The construction of this has been pretty straightforward so far. One reason I chose this jacket was the raglan sleeves which I knew were going to be easier than set-in sleeves and they went together without any hitches. The sleeves are each two pieces and the back sleeve has a small dart for easy movement which I love.
The raglan seams are topstitched to add strength and secure the seam allowance down. I was supposed to use seam tape in the raglan seams as well, but I didn't have this so I stay stitched the seams per her recommendation. Hopefully, it will hold up!
For next week I need to finish the outside by adding the large cowl-collar and then work on the lining!
WOW. What a week! Last week, I traced my pattern and cut out my fabric. I went with a size XS because I have a 38" bust and by my calculations, the XS with a chest measurement of 117cm should be about a 46" bust - which SHOULD be 8" of positive ease on me.
NOT SO. :( Fortunately for me, another sew-a-longer showed up this week with a muslin of the XS that she had made. So, I got to try it on. As I'm not planning to wear this as a coat over sweaters and such, more as a jacket over shirts, I don't need large amounts of ease. I tried on the muslin, and the bust and shoulders seemed to fit OK, but the hips couldn't pull down over my hips [sad face]. There aren't any other body measurements indicated on the envelope other than chest measurement. And, this is a pretty boxy pattern. If the hips are the same as the chest - 46" - then they should fit over my hips which are 41". We double checked and she's definitely made up the XS. And with my fabric already cut out, I had to figure out what to do.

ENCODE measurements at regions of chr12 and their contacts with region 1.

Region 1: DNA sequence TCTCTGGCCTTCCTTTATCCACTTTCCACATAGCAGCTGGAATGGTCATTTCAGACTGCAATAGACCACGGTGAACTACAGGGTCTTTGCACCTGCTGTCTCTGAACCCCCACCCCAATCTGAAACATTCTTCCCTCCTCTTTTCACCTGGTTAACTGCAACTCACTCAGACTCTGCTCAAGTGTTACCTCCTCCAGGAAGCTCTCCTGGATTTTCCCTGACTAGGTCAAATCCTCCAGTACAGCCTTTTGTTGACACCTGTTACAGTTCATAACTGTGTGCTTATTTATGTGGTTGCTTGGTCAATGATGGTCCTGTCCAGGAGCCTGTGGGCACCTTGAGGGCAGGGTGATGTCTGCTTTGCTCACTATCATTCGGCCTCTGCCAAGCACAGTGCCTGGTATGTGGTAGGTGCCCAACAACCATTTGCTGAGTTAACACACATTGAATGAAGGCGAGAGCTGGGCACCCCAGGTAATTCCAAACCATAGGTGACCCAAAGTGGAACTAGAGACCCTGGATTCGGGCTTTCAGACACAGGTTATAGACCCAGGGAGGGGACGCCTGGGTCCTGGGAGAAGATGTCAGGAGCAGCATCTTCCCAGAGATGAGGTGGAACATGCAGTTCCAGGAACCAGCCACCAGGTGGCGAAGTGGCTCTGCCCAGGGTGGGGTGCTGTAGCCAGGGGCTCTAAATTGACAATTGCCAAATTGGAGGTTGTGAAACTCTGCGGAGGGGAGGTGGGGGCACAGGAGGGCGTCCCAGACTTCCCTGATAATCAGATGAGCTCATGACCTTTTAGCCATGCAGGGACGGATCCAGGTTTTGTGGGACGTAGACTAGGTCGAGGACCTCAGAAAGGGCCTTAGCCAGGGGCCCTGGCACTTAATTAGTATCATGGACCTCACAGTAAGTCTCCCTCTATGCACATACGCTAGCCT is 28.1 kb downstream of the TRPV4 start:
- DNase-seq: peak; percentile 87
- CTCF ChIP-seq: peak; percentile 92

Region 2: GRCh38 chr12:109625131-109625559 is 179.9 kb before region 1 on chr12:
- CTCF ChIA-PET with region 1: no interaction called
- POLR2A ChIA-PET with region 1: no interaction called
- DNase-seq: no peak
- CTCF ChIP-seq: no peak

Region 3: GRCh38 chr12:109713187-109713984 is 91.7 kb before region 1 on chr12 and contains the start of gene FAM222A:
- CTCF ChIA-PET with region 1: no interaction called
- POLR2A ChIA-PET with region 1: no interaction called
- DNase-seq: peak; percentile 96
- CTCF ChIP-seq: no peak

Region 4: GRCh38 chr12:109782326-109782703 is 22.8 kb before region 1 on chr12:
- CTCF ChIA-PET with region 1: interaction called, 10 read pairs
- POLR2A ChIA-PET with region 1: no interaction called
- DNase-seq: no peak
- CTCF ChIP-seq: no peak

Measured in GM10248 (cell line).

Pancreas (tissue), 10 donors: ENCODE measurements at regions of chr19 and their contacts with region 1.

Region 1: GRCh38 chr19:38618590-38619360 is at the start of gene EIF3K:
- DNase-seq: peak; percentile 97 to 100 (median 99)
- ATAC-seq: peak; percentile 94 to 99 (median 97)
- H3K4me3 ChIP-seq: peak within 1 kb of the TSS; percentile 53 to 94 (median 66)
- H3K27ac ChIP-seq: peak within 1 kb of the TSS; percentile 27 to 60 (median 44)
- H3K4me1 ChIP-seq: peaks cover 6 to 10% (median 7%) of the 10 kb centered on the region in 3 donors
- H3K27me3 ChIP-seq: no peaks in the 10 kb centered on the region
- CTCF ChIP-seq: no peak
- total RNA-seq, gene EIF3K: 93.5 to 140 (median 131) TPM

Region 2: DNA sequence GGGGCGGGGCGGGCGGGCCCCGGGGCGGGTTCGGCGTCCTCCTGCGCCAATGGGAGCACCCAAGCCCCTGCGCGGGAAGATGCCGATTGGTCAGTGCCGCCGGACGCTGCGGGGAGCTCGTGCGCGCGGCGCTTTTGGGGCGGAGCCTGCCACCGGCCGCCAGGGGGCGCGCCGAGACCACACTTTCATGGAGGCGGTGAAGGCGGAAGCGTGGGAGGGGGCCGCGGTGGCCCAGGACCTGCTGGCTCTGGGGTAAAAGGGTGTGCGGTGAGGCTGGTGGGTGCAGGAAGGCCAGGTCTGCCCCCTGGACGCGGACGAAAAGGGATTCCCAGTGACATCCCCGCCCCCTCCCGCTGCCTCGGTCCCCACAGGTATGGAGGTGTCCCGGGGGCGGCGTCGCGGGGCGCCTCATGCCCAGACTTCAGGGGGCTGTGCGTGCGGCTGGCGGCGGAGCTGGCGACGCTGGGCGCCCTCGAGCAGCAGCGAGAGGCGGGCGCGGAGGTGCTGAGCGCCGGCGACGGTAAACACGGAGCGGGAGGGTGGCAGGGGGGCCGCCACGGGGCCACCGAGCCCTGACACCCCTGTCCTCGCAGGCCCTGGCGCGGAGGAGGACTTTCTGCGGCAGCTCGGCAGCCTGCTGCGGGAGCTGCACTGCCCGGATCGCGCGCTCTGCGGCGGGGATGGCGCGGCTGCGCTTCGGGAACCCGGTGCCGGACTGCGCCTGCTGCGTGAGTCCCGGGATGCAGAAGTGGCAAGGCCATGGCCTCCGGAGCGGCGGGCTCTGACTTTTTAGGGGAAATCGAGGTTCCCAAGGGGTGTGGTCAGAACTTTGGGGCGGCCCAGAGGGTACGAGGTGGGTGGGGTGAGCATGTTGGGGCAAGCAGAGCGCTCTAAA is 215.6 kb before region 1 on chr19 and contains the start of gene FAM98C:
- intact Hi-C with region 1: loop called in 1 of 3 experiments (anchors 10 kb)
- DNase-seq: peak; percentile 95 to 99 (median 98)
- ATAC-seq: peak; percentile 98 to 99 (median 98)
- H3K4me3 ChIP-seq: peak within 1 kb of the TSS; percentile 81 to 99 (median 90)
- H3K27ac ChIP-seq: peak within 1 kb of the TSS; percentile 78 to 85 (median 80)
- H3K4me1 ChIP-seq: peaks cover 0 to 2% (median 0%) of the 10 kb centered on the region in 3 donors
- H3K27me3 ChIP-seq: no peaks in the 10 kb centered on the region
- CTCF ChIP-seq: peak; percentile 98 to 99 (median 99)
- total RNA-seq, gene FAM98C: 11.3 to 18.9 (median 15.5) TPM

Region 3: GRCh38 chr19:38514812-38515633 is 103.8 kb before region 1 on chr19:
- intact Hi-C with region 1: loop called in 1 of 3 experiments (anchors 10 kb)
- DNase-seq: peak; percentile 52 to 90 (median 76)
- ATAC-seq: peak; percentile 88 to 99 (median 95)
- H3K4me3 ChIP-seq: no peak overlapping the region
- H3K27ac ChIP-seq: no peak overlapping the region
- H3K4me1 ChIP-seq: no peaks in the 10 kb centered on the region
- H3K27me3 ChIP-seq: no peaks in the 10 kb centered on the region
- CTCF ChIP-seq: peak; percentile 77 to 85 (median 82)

I decided to draft a new pattern piece. I had minor freak outs over that for a minute or two and then got down to drawing. I decided to add a triangular piece at the sides starting above the drawstring and going down to the hips. The piece is 6" wide at the hips, narrowing to nothing at the waist. I also had to add little pieces to the waistband facing since the new piece continues above the waistband. If you remember, I've decided to do patch pockets AND side seam pockets on this for maximum utility. This new piece interferes with the side seam pockets, so I had to figure out how to make that work. I've not sewn them yet, but I think that it's going to work. I'm attaching one side of the triangle gusset to the back of the jacket just flat. The front of the gusset has a flap on it for attaching the pocket (I just copied the one that was drafted on to the back of the jacket already, then cut the one off the back of the jacket since I don't need it anymore).